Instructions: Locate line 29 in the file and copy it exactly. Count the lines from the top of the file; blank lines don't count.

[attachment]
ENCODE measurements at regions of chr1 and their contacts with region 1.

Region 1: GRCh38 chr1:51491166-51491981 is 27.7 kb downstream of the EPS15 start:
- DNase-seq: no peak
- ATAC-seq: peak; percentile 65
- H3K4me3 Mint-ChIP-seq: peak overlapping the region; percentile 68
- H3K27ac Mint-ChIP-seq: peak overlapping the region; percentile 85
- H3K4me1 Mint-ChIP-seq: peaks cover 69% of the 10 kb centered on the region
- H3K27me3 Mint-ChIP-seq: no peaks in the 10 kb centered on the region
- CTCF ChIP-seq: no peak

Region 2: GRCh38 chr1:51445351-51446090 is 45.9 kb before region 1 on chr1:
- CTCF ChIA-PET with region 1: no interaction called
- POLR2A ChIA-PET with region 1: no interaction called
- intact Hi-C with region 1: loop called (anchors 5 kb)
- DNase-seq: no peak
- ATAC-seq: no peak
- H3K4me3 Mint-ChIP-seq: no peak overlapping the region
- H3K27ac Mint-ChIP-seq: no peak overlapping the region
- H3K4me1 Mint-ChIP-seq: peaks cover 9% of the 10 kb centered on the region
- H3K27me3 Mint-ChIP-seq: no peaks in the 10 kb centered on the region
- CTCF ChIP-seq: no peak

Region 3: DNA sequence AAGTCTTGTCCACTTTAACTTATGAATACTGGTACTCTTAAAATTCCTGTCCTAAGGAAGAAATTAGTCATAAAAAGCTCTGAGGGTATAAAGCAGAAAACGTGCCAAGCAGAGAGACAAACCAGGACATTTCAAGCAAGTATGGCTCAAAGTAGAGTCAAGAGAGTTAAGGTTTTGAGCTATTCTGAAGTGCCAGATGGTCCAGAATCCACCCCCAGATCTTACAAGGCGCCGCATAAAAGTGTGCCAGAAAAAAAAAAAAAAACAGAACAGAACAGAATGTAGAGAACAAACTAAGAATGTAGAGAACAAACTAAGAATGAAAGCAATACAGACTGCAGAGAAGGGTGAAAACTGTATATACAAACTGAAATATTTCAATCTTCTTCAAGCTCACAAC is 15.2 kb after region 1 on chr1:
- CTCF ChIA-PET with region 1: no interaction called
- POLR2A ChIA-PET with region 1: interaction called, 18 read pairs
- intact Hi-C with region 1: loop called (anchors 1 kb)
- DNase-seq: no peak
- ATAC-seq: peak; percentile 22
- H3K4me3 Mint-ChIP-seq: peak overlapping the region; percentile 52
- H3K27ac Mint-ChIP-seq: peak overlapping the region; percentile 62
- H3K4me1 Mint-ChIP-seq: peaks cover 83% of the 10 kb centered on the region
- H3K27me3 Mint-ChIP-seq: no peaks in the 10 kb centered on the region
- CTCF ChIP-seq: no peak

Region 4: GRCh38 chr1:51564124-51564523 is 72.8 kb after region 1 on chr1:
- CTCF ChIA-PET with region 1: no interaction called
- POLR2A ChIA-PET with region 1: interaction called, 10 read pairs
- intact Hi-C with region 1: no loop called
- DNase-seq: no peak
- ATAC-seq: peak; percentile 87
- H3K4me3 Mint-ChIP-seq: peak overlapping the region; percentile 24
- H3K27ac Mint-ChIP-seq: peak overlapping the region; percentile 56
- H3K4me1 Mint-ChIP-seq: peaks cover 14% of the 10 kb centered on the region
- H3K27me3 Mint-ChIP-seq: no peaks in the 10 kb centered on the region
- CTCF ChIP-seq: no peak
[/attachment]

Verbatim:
- H3K4me1 Mint-ChIP-seq: peaks cover 83% of the 10 kb centered on the region